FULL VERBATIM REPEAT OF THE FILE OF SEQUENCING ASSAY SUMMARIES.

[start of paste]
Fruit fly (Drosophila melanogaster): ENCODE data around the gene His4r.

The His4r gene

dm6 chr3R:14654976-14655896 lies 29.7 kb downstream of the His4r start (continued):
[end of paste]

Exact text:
Fruit fly (Drosophila melanogaster): ENCODE data around the gene His4r.

The His4r gene

dm6 chr3R:14654976-14655896 lies 29.7 kb downstream of the His4r start (continued):